# Mapping a range of values to another

### Question

I am looking for ideas on how to translate one range values to another in Python. I am working on hardware project and am reading data from a sensor that can return a range of values, I am then using that data to drive an actuator that requires a different range of values.

For example lets say that the sensor returns values in the range 1 to 512, and the actuator is driven by values in the range 5 to 10. I would like a function that I can pass a value and the two ranges and get back the value mapped to the second range. If such a function was named `translate` it could be used like this:

``````sensor_value = 256
actuator_value = translate(sensor_value, 1, 512, 5, 10)
``````

In this example I would expect the output `actuator_value` to be `7.5` since the `sensor_value` is in the middle of the possible input range.

1
53
12/28/2009 3:53:11 PM

One solution would be:

``````def translate(value, leftMin, leftMax, rightMin, rightMax):
# Figure out how 'wide' each range is
leftSpan = leftMax - leftMin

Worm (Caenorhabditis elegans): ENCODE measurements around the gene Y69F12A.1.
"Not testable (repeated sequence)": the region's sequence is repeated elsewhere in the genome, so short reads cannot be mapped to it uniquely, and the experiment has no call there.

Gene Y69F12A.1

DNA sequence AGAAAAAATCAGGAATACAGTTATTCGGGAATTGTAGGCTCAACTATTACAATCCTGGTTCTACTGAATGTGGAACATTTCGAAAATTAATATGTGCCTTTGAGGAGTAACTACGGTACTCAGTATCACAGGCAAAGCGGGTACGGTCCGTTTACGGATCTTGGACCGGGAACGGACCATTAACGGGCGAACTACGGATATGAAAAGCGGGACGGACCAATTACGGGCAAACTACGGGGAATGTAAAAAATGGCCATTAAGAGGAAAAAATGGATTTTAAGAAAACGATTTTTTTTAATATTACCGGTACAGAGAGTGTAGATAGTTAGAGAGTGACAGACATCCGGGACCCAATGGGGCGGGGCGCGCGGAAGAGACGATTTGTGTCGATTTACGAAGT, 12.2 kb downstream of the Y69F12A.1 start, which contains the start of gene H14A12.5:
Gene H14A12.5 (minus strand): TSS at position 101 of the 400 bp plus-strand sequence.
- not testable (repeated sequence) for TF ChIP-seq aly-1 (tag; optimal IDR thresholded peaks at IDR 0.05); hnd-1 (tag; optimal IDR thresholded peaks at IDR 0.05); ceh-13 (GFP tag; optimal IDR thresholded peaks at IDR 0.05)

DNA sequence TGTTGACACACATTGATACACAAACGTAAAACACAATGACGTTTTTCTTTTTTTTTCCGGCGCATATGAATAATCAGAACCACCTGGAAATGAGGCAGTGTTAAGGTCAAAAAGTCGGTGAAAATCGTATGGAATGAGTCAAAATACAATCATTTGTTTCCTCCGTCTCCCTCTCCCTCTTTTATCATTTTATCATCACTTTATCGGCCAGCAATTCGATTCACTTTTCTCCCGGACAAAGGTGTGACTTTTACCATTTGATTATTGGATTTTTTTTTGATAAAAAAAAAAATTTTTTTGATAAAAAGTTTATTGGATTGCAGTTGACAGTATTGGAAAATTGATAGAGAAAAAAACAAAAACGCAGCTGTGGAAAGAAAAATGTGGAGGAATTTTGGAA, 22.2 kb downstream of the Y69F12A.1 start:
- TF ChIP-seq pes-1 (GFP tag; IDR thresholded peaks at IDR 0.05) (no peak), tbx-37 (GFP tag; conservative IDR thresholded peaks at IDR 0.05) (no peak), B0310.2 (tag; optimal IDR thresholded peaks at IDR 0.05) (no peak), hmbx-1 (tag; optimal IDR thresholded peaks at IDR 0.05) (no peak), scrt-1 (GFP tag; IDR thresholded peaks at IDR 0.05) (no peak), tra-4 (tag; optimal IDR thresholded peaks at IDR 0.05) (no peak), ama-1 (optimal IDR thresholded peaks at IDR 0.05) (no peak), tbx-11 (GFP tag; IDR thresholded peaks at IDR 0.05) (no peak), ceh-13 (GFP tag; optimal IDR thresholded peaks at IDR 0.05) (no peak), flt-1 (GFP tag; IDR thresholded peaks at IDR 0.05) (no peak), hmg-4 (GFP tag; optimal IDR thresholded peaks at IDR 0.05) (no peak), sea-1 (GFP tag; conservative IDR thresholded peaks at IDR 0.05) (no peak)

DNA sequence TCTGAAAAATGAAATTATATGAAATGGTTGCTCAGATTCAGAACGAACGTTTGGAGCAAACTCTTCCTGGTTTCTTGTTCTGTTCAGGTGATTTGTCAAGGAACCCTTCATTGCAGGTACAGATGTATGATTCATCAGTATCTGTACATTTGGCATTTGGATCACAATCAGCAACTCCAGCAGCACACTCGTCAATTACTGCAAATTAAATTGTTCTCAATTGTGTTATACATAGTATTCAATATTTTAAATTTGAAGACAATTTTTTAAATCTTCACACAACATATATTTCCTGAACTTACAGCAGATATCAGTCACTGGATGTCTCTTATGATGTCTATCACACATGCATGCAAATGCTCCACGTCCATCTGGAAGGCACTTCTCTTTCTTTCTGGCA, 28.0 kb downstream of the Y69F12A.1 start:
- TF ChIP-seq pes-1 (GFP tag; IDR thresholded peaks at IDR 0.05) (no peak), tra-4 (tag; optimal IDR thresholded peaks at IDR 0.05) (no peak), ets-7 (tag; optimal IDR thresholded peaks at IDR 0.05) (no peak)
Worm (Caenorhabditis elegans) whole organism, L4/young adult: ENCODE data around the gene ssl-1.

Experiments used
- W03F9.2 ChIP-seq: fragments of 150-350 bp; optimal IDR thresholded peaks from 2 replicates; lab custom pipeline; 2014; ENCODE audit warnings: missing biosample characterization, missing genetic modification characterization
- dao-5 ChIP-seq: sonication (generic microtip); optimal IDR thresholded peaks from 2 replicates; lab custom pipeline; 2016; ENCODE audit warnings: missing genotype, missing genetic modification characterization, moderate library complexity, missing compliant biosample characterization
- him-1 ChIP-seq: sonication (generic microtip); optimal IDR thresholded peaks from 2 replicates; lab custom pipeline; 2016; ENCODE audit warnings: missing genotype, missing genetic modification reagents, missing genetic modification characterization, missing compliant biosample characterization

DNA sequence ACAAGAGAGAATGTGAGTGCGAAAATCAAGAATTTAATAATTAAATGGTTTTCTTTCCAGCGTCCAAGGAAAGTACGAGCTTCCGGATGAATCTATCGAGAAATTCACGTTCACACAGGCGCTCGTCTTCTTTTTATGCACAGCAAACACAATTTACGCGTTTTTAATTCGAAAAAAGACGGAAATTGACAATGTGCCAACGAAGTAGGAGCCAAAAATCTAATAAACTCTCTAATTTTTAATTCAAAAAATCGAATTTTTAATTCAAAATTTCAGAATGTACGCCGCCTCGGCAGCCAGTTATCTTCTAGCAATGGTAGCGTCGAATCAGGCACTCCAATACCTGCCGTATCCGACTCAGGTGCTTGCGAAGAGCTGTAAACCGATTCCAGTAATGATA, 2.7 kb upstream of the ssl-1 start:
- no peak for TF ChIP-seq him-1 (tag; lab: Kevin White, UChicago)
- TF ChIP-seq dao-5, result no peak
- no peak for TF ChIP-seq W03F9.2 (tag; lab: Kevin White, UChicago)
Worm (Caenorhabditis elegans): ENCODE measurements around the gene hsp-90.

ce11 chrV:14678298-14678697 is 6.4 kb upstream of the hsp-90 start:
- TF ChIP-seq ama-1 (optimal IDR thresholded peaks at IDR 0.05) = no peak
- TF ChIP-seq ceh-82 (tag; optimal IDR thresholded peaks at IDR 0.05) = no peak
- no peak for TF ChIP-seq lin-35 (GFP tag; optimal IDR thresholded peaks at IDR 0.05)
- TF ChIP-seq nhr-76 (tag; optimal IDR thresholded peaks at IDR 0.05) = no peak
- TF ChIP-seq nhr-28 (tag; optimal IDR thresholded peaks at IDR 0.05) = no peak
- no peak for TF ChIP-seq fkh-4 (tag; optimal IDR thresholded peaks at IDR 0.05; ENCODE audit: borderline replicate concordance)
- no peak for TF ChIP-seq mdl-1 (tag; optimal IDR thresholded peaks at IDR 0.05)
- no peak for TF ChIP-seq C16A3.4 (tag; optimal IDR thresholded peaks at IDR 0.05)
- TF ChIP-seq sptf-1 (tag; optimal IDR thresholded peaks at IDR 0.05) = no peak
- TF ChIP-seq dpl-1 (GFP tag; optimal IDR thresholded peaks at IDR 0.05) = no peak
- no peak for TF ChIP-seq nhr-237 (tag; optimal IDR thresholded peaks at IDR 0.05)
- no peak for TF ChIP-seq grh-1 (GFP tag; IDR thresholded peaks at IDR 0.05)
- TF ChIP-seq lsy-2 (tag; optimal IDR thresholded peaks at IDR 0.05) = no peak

rightSpan = rightMax - rightMin

# Convert the left range into a 0-1 range (float)
valueScaled = float(value - leftMin) / float(leftSpan)

# Convert the 0-1 range into a value in the right range.
return rightMin + (valueScaled * rightSpan)
``````

You could possibly use algebra to make it more efficient, at the expense of readability.

81
12/28/2009 12:40:36 PM

### Using scipy.interpolate.interp1d

You can also use `scipy.interpolate` package to do such conversions (if you don't mind dependency on SciPy):

``````>>> from scipy.interpolate import interp1d
>>> m = interp1d([1,512],[5,10])
>>> m(256)
array(7.4951076320939336)
``````

or to convert it back to normal float from 0-rank scipy array:

``````>>> float(m(256))
7.4951076320939336
``````

You can do also multiple conversions in one command easily:

``````>>> m([100,200,300])
array([ 5.96868885,  6.94716243,  7.92563601])
``````

As a bonus, you can do non-uniform mappings from one range to another, for intance if you want to map [1,128] to [1,10], [128,256] to [10,90] and [256,512] to [90,100] you can do it like this:

``````>>> m = interp1d([1,128,256,512],[1,10,90,100])
>>> float(m(400))
95.625
``````

`interp1d` creates piecewise linear interpolation objects (which are callable just like functions).

### Using numpy.interp

As noted by ~unutbu, `numpy.interp` is also an option (with less dependencies):

``````>>> from numpy import interp
>>> interp(256,[1,512],[5,10])
7.4951076320939336
``````